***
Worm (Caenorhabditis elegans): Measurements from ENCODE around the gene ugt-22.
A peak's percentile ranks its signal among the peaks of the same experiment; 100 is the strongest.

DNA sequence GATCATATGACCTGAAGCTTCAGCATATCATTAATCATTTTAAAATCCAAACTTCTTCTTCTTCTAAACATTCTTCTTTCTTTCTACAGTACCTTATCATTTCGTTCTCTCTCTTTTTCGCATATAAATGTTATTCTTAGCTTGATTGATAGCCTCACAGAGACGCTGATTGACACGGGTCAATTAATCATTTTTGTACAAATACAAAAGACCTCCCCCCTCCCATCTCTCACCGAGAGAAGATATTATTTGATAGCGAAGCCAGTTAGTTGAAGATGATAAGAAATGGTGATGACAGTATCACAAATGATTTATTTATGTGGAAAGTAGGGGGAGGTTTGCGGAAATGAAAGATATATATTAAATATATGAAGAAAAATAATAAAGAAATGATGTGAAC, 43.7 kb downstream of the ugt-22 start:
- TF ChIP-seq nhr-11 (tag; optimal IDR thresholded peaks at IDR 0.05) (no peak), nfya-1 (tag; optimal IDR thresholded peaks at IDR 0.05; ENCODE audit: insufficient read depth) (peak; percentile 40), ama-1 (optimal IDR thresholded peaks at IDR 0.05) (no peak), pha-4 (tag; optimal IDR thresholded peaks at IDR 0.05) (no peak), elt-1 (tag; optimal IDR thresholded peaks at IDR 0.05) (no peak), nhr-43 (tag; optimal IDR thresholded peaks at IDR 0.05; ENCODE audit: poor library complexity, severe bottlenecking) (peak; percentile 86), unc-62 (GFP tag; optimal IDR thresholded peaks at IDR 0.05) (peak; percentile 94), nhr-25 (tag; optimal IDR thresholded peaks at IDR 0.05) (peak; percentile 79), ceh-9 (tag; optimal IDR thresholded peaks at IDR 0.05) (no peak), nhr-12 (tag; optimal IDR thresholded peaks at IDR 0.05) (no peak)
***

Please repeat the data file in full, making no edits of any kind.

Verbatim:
Worm (Caenorhabditis elegans): Measurements from ENCODE around the gene ugt-22.
A peak's percentile ranks its signal among the peaks of the same experiment; 100 is the strongest.

DNA sequence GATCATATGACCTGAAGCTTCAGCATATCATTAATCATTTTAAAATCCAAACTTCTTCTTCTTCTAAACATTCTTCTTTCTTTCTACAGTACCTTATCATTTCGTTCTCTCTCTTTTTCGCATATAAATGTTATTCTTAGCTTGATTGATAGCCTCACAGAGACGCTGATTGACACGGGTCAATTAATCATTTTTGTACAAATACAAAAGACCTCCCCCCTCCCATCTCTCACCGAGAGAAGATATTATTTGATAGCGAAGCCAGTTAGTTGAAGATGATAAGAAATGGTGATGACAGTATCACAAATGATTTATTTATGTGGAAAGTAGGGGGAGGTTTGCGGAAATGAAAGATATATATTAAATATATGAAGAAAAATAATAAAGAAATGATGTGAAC, 43.7 kb downstream of the ugt-22 start:
- TF ChIP-seq nhr-11 (tag; optimal IDR thresholded peaks at IDR 0.05) (no peak), nfya-1 (tag; optimal IDR thresholded peaks at IDR 0.05; ENCODE audit: insufficient read depth) (peak; percentile 40), ama-1 (optimal IDR thresholded peaks at IDR 0.05) (no peak), pha-4 (tag; optimal IDR thresholded peaks at IDR 0.05) (no peak), elt-1 (tag; optimal IDR thresholded peaks at IDR 0.05) (no peak), nhr-43 (tag; optimal IDR thresholded peaks at IDR 0.05; ENCODE audit: poor library complexity, severe bottlenecking) (peak; percentile 86), unc-62 (GFP tag; optimal IDR thresholded peaks at IDR 0.05) (peak; percentile 94), nhr-25 (tag; optimal IDR thresholded peaks at IDR 0.05) (peak; percentile 79), ceh-9 (tag; optimal IDR thresholded peaks at IDR 0.05) (no peak), nhr-12 (tag; optimal IDR thresholded peaks at IDR 0.05) (no peak)